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Explosives, chemical compounds or mixtures that undergo rapid burning or decomposition with the generation of large amounts of gas and heat and the consequent production of sudden pressure effects. The chief use of explosives in peacetime is for blasting and quarrying (see Quarry and Quarrying), but explosives are also used in fireworks and signaling apparatus (see Fireworks) and for setting blind rivets and forming metals. Explosives are used as propellants for projectiles and rockets and as bursting charges for demolition purposes and for projectiles, bombs, and mines (see Bomb; Mine; Nuclear Weapons; Projectile; Rocket).

The first explosive known was gunpowder, also called black powder. In use by the 13th century, it was the only explosive known for several hundred years. Nitrocellulose (see Cellulose) and nitroglycerin, both discovered in 1846, were the first modern explosives. Since then nitrates, nitrocompounds, fulminates, and azides have been the chief explosive compounds used alone or in mixtures with fuels or other agents. Xenon trioxide, the first explosive oxide, was developed in 1962.

II Characteristics of Explosives
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Explosives are grouped into two main classes, low explosives, which burn at rates of inches per second, and high explosives, which undergo detonation at rates of from 914 to 9140 m per sec (1000 to 10,000 yd per sec). Explosives vary in other important characteristics that influence their use in specific applications. Among these characteristics are the ease with which they can be detonated and their stability to conditions of heat, cold, and humidity. The shattering effect, or brisance, of an explosive depends upon the velocity of detonation. Some of the newer high explosives with a detonation rate of 9140 m per sec are extremely effective for military demolition and certain types of blasting. On the other hand, for quarrying and mining, when it is desirable to dislodge large pieces of rock or ore, explosives with a lower detonation velocity and lower brisance must be employed. Explosives used as propellants in rifles and cannon should burn still more slowly, as they are required to deliver a steadily increasing push to the projectile in the barrel of the gun rather than a sudden shock which, if strong enough, might break the gun. Special types of explosives that are sensitive to heat or shock and have a medium-high brisance are used to initiate the detonation of less sensitive high explosives. High explosives are often mixed with inert materials to reduce sensitivity and lower brisance, as in the case of dynamite.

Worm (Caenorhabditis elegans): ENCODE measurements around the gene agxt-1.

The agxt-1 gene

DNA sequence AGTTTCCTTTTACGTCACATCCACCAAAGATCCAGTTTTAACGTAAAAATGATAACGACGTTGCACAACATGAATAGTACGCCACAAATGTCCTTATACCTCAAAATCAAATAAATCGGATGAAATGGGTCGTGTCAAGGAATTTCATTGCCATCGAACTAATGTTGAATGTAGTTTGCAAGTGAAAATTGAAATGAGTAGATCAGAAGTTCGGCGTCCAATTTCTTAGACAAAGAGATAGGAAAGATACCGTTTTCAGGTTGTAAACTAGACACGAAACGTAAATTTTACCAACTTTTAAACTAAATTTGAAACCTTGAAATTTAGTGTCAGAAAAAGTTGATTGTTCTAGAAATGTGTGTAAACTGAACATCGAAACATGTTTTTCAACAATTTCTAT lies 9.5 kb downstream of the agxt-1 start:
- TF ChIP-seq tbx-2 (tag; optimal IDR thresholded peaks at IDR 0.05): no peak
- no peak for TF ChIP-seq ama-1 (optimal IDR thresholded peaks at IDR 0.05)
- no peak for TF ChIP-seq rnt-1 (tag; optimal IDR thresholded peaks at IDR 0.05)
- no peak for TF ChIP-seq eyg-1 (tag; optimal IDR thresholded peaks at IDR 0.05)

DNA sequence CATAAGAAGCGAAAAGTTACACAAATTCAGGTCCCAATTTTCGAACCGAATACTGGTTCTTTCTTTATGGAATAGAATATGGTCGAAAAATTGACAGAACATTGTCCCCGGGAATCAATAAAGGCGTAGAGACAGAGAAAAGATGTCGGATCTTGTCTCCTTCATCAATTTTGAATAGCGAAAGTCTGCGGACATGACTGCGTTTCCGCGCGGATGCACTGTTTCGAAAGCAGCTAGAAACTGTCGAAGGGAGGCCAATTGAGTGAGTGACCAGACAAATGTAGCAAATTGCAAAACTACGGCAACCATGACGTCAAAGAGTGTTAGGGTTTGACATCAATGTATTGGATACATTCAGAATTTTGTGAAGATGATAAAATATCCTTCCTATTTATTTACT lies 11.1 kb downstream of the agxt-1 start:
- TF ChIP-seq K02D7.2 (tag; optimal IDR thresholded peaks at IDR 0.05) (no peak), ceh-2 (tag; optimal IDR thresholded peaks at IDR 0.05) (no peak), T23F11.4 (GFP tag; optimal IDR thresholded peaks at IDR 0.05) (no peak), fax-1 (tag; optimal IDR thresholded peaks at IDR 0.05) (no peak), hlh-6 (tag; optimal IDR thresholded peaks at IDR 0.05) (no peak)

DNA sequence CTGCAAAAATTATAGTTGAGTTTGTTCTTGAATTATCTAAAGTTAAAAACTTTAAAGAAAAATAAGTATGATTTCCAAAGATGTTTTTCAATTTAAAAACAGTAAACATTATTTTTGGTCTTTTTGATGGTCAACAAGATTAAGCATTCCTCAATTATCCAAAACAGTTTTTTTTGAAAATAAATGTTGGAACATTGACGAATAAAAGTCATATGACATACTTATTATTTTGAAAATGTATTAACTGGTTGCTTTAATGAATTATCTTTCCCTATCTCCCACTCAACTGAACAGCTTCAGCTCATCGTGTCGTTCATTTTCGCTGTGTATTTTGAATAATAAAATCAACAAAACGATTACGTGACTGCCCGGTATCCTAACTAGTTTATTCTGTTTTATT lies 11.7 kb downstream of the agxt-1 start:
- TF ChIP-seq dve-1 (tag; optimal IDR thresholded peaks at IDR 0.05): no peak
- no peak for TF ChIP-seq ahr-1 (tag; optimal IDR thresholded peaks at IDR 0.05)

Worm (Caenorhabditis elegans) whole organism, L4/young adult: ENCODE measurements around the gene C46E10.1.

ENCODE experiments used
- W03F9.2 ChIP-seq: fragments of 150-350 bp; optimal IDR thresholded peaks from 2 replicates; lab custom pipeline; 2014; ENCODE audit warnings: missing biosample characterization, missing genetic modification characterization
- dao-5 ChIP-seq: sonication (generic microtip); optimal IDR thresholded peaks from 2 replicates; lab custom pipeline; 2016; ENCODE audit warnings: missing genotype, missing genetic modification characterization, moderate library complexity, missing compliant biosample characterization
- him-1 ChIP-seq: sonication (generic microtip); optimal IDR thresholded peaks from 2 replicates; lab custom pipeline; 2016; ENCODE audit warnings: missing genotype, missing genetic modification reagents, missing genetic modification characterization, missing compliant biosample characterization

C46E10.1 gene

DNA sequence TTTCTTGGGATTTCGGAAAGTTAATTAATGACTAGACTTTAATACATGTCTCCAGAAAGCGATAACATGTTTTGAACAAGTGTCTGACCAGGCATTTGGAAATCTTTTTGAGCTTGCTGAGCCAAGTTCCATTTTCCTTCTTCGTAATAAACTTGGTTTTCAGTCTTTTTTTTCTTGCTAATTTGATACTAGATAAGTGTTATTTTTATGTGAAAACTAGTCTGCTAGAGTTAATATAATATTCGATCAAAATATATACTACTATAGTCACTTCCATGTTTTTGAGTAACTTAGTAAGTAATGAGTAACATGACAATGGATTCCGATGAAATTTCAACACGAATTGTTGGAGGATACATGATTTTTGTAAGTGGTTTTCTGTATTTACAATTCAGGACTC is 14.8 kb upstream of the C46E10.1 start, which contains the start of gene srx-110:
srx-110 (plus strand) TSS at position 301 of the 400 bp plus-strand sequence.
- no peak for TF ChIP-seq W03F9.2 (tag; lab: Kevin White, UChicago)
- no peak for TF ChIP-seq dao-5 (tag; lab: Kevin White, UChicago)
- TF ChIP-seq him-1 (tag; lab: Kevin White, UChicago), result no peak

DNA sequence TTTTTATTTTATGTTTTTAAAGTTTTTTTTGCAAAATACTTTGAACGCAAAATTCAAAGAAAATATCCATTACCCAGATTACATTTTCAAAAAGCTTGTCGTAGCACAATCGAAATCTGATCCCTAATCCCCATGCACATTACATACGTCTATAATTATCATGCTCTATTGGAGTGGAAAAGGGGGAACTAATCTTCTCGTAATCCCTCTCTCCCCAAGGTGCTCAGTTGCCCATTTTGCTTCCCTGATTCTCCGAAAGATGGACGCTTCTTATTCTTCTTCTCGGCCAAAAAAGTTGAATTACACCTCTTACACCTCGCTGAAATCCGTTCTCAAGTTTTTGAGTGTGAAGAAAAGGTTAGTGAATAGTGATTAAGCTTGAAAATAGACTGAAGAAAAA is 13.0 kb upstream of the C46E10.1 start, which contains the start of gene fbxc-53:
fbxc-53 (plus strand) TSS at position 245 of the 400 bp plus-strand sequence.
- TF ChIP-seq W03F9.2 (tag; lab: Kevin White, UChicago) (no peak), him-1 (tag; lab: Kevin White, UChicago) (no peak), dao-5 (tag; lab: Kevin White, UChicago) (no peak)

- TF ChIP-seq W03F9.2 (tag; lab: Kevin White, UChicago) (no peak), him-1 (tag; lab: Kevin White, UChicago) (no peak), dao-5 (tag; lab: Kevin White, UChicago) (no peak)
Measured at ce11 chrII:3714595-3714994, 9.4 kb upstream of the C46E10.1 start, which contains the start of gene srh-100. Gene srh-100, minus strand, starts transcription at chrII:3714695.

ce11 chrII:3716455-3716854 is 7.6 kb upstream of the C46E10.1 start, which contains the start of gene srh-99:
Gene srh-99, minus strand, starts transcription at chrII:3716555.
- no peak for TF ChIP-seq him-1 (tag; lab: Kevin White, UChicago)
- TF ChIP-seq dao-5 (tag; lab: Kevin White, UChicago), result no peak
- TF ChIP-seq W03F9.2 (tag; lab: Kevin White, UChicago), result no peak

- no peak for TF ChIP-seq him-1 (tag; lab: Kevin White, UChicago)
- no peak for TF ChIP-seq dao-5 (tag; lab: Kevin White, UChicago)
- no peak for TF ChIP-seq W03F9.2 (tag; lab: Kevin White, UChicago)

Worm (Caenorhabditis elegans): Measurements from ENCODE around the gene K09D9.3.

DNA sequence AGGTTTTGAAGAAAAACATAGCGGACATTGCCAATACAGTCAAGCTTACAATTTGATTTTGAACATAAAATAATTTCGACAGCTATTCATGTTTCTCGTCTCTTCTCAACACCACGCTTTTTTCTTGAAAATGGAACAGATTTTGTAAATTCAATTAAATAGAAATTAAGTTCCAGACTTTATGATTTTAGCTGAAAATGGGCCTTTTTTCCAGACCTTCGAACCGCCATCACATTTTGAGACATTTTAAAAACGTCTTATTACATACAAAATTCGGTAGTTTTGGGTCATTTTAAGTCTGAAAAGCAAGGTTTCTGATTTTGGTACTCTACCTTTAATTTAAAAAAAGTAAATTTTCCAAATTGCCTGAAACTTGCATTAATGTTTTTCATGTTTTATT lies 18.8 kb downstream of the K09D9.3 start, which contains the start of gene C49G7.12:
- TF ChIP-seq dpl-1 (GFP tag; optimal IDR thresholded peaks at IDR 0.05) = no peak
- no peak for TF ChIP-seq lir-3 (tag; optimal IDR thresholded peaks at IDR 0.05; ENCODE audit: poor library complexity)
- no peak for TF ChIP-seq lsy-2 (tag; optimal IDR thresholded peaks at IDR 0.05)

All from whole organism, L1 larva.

III Propellants
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Two types of explosive are in general use for the propulsion of projectiles in firearms and rockets, and both are commonly called by the generic name of smokeless powder. The term is properly applied to the low explosive, gelatinized nitrocellulose. The other type of smokeless powder, which consists of a mixture of nitrocellulose with a high explosive such as nitroglycerin, is known correctly as double-base powder or compound powder. A common double-base explosive is cordite, which contains 30 to 40 percent nitroglycerin and a small quantity of petroleum jelly as a stabilizer. The term smokeless powder applied to either type of explosive, however, is misleading, because neither is free from smoke when exploded, and neither takes the form of a true powder.


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